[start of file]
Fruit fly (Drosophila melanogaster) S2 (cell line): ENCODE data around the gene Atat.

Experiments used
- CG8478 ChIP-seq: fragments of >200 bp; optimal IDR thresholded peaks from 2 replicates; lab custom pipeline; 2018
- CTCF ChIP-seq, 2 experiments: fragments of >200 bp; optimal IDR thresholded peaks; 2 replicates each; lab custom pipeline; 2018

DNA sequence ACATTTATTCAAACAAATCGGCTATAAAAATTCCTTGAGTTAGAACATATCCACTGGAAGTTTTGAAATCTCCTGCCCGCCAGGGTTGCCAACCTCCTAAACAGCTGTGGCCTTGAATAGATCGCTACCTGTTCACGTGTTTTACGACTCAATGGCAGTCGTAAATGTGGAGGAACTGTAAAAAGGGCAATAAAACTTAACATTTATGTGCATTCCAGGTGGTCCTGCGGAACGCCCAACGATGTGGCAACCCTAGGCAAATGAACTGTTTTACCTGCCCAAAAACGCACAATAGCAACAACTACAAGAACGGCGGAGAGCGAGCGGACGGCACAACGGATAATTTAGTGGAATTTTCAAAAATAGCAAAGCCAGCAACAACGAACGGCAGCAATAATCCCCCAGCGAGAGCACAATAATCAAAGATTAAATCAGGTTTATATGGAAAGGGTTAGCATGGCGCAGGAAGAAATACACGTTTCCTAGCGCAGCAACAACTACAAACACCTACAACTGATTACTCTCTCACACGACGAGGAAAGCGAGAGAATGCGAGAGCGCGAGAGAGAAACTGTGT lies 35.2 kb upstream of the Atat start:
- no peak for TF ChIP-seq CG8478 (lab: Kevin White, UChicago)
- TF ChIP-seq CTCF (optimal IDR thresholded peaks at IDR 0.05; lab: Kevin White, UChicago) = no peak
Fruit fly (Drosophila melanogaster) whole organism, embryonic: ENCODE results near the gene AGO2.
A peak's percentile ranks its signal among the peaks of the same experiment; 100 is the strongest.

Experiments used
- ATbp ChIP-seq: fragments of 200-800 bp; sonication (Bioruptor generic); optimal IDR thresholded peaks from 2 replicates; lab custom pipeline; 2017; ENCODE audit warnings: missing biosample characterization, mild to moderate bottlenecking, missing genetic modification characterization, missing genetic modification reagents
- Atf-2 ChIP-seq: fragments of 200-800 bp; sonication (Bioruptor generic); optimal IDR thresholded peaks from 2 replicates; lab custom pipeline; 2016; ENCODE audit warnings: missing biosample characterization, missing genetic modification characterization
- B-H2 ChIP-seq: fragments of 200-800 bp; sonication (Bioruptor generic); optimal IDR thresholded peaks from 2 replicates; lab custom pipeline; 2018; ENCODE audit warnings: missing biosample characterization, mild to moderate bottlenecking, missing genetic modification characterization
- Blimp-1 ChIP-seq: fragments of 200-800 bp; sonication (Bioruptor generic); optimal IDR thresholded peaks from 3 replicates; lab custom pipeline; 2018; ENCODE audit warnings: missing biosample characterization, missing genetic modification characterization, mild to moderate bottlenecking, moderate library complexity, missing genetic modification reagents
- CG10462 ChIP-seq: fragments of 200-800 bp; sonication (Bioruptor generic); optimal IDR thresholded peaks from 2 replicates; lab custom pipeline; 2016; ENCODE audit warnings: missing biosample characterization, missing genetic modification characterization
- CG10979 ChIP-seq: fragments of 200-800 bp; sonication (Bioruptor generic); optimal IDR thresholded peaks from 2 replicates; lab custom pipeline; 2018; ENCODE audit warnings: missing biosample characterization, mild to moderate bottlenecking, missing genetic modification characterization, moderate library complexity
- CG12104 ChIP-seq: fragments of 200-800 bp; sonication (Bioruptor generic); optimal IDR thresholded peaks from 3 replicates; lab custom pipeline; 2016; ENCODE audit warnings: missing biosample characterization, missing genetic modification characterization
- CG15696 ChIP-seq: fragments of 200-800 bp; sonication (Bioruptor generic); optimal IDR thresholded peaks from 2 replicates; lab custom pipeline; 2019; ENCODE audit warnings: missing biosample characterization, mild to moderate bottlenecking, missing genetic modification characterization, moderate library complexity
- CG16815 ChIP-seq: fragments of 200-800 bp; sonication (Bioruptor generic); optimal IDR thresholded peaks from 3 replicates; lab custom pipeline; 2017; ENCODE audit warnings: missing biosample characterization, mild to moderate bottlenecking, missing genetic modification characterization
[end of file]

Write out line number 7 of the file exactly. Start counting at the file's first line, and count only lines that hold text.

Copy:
- TF ChIP-seq CTCF (optimal IDR thresholded peaks at IDR 0.05; lab: Kevin White, UChicago) = no peak